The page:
The loss of Arctic sea ice is predicted to open up the Northwest Passage (the vast northern sea lanes above Canada presently choked off by ice), shortening shipping routes and facilitating the exchange of marine organisms between the Atlantic and the Pacific oceans. Skeletons, DNA samples and harpoon heads have all suggested that bowhead populations living on each side of the continent did meet and mingle in the past. Previous satellite tracking has demonstrated that bowhead whales from West Greenland and Alaska enter the ice-infested channels of the Canadian High Arctic during summer. In August 2010, two bowhead whales from West Greenland and Alaska entered the Northwest Passage from opposite directions and spent approximately 10 days in the same area, documenting overlap between the two populations.
The bowhead whale is a baleen whale of the right whale family. A stocky dark-colored whale without a dorsal fin, it can grow to 66 feet in length. This thick-bodied species can weigh 75 tons to 100 tons. It lives entirely in fertile Arctic and sub-Arctic waters, unlike other whales that migrate to feed or reproduce.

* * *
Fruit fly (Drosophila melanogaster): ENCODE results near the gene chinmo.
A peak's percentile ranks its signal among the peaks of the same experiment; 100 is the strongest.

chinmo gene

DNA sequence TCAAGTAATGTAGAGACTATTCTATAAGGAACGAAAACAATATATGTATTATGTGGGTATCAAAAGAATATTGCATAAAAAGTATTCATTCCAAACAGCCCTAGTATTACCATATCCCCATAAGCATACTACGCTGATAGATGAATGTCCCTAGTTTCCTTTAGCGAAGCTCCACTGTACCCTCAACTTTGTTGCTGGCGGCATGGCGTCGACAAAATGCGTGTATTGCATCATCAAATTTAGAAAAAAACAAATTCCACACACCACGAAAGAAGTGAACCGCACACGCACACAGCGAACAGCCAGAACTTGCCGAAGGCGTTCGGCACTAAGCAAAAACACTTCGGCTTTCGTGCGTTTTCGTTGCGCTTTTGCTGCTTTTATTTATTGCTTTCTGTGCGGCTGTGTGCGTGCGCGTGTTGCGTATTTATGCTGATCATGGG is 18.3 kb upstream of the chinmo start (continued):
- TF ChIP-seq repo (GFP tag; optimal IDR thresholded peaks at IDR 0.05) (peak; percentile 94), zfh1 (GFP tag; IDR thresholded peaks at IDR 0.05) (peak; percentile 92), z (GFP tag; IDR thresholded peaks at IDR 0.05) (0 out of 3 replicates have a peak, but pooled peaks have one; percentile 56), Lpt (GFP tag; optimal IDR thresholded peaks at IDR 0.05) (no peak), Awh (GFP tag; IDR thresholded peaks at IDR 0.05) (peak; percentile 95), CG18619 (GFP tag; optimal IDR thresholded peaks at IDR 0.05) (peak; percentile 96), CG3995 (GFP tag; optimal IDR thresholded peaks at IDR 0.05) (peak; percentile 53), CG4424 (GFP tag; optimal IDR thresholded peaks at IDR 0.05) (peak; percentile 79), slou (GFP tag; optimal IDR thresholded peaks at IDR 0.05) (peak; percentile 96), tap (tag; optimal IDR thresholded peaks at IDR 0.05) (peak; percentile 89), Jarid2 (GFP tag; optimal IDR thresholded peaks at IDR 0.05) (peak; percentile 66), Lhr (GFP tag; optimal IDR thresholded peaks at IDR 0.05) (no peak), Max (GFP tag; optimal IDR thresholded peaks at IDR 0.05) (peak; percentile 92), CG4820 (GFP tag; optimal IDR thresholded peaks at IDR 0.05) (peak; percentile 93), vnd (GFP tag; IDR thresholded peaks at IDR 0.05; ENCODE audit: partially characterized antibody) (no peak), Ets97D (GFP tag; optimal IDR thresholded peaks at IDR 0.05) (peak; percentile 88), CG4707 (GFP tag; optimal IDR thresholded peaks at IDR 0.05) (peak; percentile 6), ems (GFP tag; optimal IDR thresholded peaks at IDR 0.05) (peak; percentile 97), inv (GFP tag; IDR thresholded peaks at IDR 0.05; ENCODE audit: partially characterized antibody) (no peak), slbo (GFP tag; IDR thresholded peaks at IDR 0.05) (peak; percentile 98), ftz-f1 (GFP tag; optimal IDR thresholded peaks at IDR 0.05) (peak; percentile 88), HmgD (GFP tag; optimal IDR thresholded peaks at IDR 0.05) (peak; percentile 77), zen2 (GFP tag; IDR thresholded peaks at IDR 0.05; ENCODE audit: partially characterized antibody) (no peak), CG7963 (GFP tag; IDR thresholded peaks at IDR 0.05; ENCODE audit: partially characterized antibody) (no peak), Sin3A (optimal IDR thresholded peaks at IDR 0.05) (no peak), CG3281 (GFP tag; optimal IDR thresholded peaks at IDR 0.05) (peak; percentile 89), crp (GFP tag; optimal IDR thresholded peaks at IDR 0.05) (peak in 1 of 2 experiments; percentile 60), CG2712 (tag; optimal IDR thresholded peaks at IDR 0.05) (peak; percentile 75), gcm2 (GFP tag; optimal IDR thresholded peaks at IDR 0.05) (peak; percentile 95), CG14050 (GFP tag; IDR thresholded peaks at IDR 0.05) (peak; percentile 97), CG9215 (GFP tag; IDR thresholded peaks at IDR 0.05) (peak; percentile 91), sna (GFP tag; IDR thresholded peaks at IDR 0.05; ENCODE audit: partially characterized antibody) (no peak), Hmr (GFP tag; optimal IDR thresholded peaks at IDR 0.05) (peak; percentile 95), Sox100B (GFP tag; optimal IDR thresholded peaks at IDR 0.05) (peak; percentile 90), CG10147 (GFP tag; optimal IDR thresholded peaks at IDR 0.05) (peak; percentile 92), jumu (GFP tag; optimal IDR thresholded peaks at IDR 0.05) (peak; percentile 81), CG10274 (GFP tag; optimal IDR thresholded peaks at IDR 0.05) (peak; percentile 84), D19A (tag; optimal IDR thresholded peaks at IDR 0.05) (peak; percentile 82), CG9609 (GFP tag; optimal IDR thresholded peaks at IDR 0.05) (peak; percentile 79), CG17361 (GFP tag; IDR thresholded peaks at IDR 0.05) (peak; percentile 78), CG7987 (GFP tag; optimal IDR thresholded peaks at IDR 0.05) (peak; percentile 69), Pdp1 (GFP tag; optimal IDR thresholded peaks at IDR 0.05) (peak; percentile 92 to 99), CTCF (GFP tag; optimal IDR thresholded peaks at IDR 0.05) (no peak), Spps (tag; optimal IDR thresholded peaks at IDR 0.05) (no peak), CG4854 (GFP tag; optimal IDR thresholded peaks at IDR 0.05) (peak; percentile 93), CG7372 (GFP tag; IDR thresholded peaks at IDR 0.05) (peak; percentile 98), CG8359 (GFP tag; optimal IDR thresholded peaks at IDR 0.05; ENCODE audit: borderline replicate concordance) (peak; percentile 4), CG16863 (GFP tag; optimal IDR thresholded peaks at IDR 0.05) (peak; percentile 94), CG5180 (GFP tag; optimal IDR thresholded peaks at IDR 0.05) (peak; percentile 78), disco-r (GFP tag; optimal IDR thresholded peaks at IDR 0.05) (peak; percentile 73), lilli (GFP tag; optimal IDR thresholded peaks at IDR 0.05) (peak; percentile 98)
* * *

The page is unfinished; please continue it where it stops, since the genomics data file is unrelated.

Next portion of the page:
The new research published in the journal Biology Letters has used satellite tags to provide confirmation that these whales cross and mingle through the northwest passage region of upper Canada.
Also intriguing lies in the human societies such as the Inupiat that historically depended on such whales as part of their society and diet. The culture originated in Alaska and spread to Greenland in the last 1000 years which suggests that they followed the bowhead whale in their migratory path across the Arctic.
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